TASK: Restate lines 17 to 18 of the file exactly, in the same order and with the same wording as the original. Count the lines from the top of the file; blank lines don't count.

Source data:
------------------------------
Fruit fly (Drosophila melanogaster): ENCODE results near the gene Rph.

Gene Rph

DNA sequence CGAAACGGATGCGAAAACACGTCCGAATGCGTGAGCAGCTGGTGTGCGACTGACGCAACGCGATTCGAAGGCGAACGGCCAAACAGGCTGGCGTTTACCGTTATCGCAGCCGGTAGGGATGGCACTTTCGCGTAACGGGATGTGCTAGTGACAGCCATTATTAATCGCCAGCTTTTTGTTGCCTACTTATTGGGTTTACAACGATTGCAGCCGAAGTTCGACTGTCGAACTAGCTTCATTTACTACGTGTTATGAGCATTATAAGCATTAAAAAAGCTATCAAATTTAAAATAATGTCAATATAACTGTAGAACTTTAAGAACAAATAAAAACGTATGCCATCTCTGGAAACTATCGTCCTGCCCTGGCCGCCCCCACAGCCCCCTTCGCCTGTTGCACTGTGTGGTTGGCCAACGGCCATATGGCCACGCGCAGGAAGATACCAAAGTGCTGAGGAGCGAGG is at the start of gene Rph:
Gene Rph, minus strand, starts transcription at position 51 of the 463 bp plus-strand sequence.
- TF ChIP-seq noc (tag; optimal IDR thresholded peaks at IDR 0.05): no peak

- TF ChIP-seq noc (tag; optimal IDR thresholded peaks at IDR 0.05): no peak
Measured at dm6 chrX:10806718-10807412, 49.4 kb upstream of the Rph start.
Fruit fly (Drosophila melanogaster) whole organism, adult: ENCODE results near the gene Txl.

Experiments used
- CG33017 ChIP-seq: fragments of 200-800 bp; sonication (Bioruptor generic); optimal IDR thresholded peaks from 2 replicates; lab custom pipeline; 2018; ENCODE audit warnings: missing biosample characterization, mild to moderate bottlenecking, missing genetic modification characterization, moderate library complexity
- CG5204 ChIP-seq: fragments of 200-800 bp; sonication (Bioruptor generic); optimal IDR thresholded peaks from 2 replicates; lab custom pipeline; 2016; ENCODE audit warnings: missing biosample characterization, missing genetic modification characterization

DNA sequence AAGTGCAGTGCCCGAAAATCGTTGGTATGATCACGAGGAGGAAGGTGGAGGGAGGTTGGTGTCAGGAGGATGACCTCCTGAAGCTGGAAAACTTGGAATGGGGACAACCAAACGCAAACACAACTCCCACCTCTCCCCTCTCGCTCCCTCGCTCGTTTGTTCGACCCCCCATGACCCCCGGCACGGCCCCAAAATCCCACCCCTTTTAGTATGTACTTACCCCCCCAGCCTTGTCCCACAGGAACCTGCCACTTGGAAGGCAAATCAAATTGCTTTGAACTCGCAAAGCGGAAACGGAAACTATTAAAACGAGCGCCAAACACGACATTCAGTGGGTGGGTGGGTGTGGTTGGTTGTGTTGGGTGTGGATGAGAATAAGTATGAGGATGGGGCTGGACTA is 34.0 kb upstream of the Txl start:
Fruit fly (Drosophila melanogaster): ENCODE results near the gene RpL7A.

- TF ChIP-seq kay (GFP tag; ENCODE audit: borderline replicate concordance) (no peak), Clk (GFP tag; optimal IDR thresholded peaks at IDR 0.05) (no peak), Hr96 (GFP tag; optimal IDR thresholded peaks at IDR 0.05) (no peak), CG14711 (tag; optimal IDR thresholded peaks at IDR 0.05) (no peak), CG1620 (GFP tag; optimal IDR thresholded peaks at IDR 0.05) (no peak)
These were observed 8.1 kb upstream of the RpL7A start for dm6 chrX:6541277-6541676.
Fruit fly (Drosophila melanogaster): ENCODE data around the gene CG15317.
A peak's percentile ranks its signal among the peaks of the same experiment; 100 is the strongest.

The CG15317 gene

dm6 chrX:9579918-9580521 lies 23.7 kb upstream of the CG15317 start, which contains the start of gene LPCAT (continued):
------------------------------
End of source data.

A peak's percentile ranks its signal among the peaks of the same experiment; 100 is the strongest.

The CG15317 gene